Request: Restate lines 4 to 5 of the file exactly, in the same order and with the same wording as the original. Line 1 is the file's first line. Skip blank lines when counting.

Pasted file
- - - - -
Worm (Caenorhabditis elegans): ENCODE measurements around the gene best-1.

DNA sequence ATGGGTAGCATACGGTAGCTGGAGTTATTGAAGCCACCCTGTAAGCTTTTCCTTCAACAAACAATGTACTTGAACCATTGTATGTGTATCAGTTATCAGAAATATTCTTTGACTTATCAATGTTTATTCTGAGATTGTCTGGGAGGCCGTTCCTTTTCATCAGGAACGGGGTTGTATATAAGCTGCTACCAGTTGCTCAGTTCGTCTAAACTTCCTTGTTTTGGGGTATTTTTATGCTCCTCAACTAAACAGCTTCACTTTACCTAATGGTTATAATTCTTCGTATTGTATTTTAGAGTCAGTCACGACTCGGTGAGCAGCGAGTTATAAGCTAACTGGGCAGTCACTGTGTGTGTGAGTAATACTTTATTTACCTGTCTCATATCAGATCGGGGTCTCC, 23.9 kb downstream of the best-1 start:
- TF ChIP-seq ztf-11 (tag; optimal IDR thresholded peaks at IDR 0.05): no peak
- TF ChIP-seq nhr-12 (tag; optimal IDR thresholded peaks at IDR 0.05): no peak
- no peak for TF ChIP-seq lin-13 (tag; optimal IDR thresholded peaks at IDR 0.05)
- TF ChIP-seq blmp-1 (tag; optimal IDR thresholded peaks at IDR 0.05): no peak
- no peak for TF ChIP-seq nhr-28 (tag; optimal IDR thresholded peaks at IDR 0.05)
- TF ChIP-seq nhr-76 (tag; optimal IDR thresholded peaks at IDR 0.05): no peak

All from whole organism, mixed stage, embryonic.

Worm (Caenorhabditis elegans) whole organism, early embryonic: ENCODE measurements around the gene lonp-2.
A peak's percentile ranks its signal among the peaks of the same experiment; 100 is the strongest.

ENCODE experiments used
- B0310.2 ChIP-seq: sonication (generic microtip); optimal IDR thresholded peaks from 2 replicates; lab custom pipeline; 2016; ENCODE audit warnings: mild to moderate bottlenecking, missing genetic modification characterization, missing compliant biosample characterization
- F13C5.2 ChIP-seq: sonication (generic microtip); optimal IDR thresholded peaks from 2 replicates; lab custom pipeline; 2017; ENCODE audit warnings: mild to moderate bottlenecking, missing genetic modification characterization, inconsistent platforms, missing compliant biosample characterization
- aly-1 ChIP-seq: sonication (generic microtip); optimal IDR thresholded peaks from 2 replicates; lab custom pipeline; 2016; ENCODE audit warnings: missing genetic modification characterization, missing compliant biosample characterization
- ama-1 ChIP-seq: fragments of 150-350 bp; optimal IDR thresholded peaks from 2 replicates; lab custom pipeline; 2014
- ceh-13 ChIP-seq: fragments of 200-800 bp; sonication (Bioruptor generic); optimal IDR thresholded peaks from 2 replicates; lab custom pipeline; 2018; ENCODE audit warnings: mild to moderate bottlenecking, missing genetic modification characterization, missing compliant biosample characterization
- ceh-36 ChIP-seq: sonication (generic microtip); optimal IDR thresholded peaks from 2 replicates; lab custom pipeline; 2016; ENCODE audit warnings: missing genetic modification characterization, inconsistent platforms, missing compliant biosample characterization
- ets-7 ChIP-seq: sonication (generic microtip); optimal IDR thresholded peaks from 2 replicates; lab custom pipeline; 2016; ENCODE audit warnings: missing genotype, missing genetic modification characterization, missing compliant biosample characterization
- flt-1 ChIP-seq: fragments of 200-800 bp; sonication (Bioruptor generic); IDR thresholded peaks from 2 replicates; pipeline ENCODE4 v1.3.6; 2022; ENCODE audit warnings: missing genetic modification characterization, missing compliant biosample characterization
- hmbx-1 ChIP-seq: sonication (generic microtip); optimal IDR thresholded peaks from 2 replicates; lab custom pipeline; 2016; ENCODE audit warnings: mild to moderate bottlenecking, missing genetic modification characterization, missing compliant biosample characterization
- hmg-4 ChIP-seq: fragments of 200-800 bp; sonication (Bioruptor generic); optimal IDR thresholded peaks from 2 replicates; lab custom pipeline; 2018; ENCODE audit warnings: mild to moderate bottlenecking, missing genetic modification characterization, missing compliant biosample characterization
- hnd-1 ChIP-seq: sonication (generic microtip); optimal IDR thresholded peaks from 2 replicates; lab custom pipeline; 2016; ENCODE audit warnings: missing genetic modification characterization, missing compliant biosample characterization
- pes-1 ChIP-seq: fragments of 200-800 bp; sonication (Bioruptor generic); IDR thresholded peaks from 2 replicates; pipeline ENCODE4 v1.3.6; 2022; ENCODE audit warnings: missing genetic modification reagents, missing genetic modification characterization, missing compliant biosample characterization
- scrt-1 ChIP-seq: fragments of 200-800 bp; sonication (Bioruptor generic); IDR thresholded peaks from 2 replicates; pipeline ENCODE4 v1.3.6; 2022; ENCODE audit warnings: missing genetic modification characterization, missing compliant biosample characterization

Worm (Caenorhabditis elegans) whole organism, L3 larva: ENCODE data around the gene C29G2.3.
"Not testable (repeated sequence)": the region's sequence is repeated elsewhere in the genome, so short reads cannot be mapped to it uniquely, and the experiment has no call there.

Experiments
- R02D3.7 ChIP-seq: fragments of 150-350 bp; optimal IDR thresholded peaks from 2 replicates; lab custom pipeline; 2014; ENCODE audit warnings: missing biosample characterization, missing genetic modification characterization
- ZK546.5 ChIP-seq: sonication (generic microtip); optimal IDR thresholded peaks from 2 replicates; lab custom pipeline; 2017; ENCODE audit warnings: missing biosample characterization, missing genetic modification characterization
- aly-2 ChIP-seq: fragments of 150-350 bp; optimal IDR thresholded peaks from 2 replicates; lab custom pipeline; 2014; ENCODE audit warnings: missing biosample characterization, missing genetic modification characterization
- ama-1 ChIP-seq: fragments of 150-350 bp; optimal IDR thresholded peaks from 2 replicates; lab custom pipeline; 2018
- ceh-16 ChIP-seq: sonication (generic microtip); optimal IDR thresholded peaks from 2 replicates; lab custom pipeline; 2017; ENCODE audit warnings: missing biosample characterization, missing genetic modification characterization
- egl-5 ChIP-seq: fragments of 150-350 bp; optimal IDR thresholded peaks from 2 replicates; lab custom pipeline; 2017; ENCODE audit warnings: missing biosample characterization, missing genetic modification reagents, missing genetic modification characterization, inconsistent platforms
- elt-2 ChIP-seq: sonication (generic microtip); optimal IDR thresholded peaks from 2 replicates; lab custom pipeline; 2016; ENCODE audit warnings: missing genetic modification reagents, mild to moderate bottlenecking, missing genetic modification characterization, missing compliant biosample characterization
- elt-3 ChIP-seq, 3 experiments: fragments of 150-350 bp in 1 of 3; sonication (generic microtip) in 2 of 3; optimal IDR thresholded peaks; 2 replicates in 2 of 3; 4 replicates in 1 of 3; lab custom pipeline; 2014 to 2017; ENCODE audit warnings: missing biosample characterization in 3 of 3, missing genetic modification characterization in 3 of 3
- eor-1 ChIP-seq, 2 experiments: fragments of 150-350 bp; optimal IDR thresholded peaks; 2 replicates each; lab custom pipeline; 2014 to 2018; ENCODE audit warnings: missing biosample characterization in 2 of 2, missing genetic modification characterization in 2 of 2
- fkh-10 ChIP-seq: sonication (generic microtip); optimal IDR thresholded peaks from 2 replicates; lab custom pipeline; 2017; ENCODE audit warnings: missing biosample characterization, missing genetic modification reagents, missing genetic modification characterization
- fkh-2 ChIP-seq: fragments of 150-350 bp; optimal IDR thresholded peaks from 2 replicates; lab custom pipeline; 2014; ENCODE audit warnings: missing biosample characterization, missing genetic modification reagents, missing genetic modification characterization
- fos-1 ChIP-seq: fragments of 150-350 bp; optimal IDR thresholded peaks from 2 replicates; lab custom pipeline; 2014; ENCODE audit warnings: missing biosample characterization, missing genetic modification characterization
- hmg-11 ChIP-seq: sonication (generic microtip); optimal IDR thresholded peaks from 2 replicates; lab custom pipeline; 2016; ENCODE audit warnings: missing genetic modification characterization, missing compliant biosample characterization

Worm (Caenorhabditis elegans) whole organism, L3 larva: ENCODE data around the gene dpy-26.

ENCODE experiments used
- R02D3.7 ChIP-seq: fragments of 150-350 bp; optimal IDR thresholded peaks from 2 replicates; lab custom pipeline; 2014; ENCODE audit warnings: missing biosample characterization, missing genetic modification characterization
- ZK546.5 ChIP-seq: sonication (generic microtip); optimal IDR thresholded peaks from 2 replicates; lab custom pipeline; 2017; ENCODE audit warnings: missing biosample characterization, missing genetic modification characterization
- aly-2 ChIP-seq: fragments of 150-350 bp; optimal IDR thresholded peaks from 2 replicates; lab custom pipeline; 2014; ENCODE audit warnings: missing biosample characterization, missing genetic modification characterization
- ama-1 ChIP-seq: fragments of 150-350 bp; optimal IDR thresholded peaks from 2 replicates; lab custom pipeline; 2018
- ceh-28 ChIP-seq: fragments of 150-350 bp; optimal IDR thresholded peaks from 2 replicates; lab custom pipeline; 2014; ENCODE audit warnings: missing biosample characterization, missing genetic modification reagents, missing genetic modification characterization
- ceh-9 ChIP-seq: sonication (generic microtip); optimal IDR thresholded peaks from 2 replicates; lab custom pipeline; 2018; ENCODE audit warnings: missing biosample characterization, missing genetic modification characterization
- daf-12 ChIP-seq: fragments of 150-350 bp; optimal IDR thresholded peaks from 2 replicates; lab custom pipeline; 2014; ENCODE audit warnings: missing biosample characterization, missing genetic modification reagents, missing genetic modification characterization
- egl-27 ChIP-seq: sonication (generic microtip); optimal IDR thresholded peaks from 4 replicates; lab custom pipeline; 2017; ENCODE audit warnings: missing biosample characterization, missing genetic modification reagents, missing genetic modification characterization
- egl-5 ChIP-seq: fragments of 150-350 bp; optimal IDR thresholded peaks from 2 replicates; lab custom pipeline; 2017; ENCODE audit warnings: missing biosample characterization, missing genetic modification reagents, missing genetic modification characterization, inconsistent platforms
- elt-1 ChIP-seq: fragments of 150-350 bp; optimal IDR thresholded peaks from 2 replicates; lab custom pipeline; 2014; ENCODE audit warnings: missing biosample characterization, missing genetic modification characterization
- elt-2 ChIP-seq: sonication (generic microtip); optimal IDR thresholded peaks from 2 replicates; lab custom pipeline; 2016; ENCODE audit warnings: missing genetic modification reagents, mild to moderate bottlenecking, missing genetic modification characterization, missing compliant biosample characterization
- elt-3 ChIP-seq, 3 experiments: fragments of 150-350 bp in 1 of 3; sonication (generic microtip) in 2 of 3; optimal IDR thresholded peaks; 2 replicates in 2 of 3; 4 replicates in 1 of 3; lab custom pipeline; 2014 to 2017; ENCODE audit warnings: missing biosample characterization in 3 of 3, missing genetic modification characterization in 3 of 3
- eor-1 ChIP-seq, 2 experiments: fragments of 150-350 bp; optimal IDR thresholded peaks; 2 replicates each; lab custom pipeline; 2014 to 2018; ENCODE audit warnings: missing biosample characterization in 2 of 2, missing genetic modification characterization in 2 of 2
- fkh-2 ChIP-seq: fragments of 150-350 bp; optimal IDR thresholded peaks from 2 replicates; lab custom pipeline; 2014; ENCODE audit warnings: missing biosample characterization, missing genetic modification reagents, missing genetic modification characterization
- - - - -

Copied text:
- TF ChIP-seq nhr-12 (tag; optimal IDR thresholded peaks at IDR 0.05): no peak
- no peak for TF ChIP-seq lin-13 (tag; optimal IDR thresholded peaks at IDR 0.05)